Go Set a Watchman: Time To Reevaluate Our Heroes — and Our Conscience?

 

As I started Go Set a Watchman, Harper’s Lee’s highly anticipated sequel that is now being labeled as a first draft of To Kill a Mockingbird, I tried to manage my expectations. Early reviews and quick takes from the chapter released online a few days before told me that Atticus Finch wasn’t quite the beloved everyman hero that we all grew up with, and that Lee’s writing wasn’t exactly of TKAM standards. And of course, there’s all the controversy just over the actual discovery and publication of the novel – how could I not go into this without some sort of bias?

Upon finishing the book, two things were very clear to me: 1) yes, this definitely had the markings of a first draft that was then reworked and revised into what became TKAM, a novel that many call the greatest American novel of all time; and 2) adult Scout’s revelations about herself and her father quite closely mirror those of Americans during the Civil Rights Era – and if we’re being honest with ourselves, all the more today. If what they say is true, that Lee’s publisher thought her first draft of Watchman was too harsh and too real for those times and that’s why she vigorously edited it for a softer landing, one would think that in reading Watchman now, we would be ready and welcoming, rushing to give ourselves pats on the back for overcoming racial tension and accepting the federal government’s interference into our lives for the purpose of equality. But based on some reactions, that doesn’t seem to be the case.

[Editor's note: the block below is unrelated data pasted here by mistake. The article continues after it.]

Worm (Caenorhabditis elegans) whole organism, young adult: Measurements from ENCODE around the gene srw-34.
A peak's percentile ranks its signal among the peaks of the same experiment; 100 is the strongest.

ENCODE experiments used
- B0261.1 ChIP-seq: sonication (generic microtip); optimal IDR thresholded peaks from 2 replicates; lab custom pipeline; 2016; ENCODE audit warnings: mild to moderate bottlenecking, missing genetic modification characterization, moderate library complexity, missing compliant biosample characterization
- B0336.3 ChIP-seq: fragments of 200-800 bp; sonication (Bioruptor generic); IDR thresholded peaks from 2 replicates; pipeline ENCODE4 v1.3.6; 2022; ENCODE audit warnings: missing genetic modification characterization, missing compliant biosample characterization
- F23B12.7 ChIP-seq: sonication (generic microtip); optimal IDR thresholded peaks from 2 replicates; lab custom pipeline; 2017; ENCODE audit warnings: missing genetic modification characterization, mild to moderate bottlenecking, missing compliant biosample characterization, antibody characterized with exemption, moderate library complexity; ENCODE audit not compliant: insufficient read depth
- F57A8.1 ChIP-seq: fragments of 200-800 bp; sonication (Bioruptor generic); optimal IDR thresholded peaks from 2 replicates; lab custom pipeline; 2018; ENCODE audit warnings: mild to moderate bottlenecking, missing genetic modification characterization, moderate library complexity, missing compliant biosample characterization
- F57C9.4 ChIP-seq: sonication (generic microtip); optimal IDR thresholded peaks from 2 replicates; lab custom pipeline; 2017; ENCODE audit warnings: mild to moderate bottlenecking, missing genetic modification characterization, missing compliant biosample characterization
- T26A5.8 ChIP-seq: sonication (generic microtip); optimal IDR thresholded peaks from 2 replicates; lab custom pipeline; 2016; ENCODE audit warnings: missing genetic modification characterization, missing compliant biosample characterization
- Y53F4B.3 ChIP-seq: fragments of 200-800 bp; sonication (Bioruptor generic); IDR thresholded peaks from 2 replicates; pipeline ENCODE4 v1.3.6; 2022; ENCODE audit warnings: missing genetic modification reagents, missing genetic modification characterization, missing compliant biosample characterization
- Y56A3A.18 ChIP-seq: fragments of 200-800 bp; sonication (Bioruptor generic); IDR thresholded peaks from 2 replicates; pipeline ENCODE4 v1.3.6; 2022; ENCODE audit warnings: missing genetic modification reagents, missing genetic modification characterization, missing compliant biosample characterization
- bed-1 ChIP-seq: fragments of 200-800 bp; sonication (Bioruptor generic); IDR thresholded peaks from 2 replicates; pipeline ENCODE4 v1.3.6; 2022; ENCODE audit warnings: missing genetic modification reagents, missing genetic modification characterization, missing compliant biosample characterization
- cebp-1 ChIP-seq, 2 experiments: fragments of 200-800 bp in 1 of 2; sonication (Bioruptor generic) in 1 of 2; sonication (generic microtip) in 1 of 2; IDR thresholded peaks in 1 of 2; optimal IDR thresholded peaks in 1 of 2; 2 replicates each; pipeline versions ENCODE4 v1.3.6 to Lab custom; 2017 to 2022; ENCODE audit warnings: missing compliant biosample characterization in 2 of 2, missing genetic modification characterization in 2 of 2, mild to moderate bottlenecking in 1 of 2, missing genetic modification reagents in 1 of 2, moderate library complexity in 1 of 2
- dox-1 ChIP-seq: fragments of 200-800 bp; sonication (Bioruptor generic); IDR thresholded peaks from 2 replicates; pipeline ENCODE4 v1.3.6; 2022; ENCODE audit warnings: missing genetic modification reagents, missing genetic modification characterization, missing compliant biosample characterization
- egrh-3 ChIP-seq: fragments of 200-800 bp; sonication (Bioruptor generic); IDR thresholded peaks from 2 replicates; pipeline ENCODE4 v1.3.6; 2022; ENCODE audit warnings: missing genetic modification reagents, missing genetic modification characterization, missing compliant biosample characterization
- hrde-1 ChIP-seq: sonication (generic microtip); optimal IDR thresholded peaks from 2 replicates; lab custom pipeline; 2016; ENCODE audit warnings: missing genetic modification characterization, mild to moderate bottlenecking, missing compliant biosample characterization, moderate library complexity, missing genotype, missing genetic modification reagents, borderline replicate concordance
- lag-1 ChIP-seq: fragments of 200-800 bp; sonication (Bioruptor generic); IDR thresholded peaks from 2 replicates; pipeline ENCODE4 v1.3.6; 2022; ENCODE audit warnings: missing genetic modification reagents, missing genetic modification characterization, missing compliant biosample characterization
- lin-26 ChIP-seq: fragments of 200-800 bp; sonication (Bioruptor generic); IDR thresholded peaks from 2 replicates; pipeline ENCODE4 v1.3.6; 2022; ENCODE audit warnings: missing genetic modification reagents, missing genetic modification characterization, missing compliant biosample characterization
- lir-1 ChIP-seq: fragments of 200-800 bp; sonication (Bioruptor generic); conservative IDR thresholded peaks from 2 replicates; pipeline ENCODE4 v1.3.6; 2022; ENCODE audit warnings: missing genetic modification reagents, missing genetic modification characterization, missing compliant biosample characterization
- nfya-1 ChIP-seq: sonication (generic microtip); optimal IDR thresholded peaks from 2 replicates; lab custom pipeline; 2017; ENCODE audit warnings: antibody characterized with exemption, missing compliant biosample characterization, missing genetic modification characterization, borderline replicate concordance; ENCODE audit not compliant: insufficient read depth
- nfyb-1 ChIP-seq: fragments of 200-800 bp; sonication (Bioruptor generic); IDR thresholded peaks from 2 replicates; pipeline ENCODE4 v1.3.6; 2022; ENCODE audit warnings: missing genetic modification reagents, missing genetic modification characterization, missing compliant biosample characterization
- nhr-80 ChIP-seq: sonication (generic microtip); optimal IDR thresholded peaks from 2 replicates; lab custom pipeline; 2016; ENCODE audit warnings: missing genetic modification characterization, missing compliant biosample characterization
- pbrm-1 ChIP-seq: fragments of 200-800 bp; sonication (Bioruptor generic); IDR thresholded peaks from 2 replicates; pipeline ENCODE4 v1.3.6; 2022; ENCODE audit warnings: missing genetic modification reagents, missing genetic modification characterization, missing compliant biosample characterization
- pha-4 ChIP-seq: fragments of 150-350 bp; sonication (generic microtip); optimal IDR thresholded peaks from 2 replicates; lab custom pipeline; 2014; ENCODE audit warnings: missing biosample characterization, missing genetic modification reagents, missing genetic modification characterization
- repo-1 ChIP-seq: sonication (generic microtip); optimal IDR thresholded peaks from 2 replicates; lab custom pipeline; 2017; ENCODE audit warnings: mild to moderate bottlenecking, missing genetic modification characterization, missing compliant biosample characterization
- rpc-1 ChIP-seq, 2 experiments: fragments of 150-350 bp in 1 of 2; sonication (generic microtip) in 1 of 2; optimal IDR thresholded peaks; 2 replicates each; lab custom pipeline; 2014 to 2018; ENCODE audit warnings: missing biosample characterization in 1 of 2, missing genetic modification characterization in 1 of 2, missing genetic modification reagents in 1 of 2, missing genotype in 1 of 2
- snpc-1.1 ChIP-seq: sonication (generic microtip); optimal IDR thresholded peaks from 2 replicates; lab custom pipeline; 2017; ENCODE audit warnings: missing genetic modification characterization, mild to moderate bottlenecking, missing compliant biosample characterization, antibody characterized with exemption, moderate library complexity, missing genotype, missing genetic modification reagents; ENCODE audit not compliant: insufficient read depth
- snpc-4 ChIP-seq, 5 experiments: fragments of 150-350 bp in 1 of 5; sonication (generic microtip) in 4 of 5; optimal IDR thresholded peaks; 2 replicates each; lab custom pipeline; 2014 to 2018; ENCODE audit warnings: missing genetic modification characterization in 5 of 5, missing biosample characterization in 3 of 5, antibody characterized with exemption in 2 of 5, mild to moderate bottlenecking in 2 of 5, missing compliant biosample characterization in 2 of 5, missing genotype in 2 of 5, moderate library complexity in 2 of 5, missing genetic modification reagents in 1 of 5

There’s no need to spend a lot of time discussing the stylistic merits of Watchman. I plan to reread TKAM to remind myself of that masterpiece, but I do think Watchman misses the mark in a few spots. Filler and backstory take up too much time, and some of the extended flashbacks don’t seem to serve a purpose to the larger plot, which doesn’t start to get moving until late in the story. Then all of a sudden, there’s an explosion of dialogue, lots of yelling, and a somewhat unsatisfying ending. The entire book takes place over the course of three days: a short amount of time to have a second coming-of-age journey and major life revelation. Despite all this, Lee’s distinctive details shine through, and old characters come to life again, even those who only appear in flashbacks, like Dill or Jem.

So what’s the real fuss about? Watchman comes during a pivotal time for Americans, while we are still absorbing months of seemingly unending racial unrest and injustice. At its heart, Watchman is about reevaluating our heroes – whether they are parents, police, politicians, explorers, innovators, sports champions, or characters on the page and screen. TKAM is written from the point of view of 5-year-old Scout who adores her father with the rest of us; she’s blind to his faults, and blind to the world beyond Maycomb, perhaps even beyond her own front yard. Watchmen shows us Atticus Finch and the world from the eyes of an adult; Scout goes by Jean Louise, and she’s no longer innocent, naïve, or completely enamored with her father and her hometown.

Jean Louise’s experience isn’t anything new. Haven’t we all experienced a second coming-of-age at some point, in which we realize that the people that we once perceived as perfect in nature and in principle are actually flawed and susceptible to change? The people who make us laugh, who inspire us to be great and to go the distance, who make our world a bit brighter (and perhaps more rose-colored) – many of them eventually let us down as they fall victim to human foible and or give in to pressures from society and themselves, for better or worse, right or wrong. Lance Armstrong, Bill Cosby, Bill Clinton, Steve Jobs, and the Founding Fathers; all revered for their strength, wit, leadership, ideas, or courage, and yet all examples of (and in some instances, certainly not excusable) the capriciousness of the human spirit. Atticus Finch, to our dismay, now falls into that category, but are we truly surprised?